In September 1995 a second year FAS grant was obtained through WUSATA to conduct a reverse trade mission in Hawaii. In this phase, 15 buyers from Japan, including a contingent from Hibiya Kadan representing their flower, foliage, interiorscape and exterior landscaping arms, the CEO of a Japan flower auction, and other major buyers were hosted in Hawaii.

During their visit to Hawaii in October 1995, they observed plants being produced under the new Japan-Hawaii protocol at California-Hawaii Foliage Growers. They attended the Hawaiian Mid-Pacific Horticultural Trade Show, visited nurseries, and met with numerous Hawaii nursery industry members.

Ralph Iwamoto, APHIS Attache, American Embassy Tokyo, and Lyle Wong, Plant Industry Administrator, Hawaii Department of Agriculture, orchestrated the two year effort to establish the Japan-Hawaii BN Certification Program. This included negotiations in Japan with the Japan Ministry of Agriculture, Fisheries and Forestry (MAFF), and consultation with HENA, the UH College of Tropical Agriculture and Human Resources, and industry members. In February 1995 Mr. Iwamoto was successful in arranging for MAFF officials to visit a nursery during U.S. and Japan bilateral trade talks held in Hawaii. At that time they were hosted by HDOA and HENA, among other groups, developing the beginnings of a good working relationship.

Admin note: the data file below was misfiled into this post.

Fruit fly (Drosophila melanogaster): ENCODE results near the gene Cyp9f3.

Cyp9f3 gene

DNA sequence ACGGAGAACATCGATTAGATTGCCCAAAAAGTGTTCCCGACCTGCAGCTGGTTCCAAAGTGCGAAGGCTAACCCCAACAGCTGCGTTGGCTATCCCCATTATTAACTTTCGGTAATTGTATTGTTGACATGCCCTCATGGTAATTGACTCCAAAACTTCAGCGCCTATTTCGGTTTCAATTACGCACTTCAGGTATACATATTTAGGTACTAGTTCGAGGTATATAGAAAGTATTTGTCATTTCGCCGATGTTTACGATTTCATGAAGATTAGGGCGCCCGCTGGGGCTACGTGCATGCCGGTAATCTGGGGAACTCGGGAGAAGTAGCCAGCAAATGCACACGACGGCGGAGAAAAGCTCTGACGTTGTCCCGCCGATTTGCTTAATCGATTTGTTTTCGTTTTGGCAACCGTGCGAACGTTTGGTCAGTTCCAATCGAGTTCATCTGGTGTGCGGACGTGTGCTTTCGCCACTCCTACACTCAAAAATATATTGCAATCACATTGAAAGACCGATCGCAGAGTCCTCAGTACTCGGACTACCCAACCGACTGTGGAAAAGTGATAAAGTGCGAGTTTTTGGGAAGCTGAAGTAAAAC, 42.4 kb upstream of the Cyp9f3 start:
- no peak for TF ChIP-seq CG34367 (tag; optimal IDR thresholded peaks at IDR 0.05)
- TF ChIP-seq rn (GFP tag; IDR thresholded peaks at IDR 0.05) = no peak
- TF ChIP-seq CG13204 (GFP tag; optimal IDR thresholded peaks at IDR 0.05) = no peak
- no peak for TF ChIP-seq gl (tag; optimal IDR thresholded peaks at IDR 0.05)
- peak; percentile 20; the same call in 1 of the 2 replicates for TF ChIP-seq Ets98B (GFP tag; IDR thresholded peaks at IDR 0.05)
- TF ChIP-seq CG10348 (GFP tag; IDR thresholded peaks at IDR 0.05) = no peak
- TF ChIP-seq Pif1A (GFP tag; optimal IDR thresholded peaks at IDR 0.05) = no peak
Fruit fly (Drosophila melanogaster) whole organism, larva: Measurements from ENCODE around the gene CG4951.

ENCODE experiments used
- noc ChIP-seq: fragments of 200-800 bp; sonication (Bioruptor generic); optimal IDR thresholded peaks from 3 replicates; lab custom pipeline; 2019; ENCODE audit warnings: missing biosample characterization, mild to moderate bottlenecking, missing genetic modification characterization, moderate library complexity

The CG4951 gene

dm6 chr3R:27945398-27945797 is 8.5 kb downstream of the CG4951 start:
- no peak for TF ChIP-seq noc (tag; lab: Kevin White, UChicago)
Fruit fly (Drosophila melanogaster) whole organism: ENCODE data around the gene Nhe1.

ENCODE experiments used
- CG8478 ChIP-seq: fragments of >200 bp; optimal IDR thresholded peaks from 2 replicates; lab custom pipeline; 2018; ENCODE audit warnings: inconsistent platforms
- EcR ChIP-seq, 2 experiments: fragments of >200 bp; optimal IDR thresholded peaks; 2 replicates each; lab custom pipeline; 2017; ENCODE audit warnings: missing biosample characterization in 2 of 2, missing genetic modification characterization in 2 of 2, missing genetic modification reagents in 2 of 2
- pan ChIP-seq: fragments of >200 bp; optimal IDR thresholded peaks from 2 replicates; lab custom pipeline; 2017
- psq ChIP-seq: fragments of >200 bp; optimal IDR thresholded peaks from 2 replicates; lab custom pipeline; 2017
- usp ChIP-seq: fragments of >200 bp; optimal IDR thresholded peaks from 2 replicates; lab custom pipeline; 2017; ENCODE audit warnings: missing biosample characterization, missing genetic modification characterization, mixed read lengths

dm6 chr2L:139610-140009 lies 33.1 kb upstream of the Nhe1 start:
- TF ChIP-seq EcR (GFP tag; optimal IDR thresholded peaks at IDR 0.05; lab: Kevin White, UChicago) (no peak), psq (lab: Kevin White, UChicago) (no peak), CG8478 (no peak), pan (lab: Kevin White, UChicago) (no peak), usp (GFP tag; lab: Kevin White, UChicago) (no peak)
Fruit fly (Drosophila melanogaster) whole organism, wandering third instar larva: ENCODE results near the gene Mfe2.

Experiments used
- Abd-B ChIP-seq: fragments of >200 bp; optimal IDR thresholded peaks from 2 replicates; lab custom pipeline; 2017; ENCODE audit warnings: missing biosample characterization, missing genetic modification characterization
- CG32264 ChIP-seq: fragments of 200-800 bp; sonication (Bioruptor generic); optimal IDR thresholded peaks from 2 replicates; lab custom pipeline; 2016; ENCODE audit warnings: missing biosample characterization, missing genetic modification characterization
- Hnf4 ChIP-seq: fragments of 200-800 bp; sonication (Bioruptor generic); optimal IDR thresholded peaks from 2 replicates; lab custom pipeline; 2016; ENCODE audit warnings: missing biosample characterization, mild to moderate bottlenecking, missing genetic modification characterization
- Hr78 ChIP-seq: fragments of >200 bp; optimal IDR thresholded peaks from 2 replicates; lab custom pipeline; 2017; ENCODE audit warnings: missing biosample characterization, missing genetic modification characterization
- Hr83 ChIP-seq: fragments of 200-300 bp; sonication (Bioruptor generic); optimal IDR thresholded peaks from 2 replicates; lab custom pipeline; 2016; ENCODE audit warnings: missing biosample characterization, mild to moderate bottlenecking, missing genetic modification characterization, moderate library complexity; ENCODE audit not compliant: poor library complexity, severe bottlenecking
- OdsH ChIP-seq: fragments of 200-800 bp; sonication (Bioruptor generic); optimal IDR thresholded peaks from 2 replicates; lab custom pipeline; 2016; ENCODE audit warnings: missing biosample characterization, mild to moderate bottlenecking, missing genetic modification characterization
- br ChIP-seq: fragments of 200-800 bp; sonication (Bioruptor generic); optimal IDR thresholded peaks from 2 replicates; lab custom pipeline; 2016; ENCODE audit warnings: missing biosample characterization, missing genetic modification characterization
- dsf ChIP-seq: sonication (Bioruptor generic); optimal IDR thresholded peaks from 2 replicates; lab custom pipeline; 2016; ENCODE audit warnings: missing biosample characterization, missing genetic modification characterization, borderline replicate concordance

In September 1995, Mr. Iwamoto reported that the quarantine protocol was accepted by a very gracious Japan MAFF. Three Hawaii nurseries prepared to test the new quarantine protocols.

The first test shipment of 100 plants, including bamboo and several species of Dracaena, grown in a peat:black cinder mix under the new quarantine protocol, was sent by air to Narita in the first week of December, 1995. Jeff Dring, president of California Hawaii Export Growers, Jimmy Nakatani, chairman of HDOA, Lyle Wong, and MAFF officials were on hand when the plants arrived in Japan. Plants were meticulously examined by the Japan inspectors and held for 24 hours observation. The shipment passed their inspection, signaling the first giant step in opening trade of plants into Japan.

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Highlights of Japan-Hawaii Burowing Nematode Certificatin Program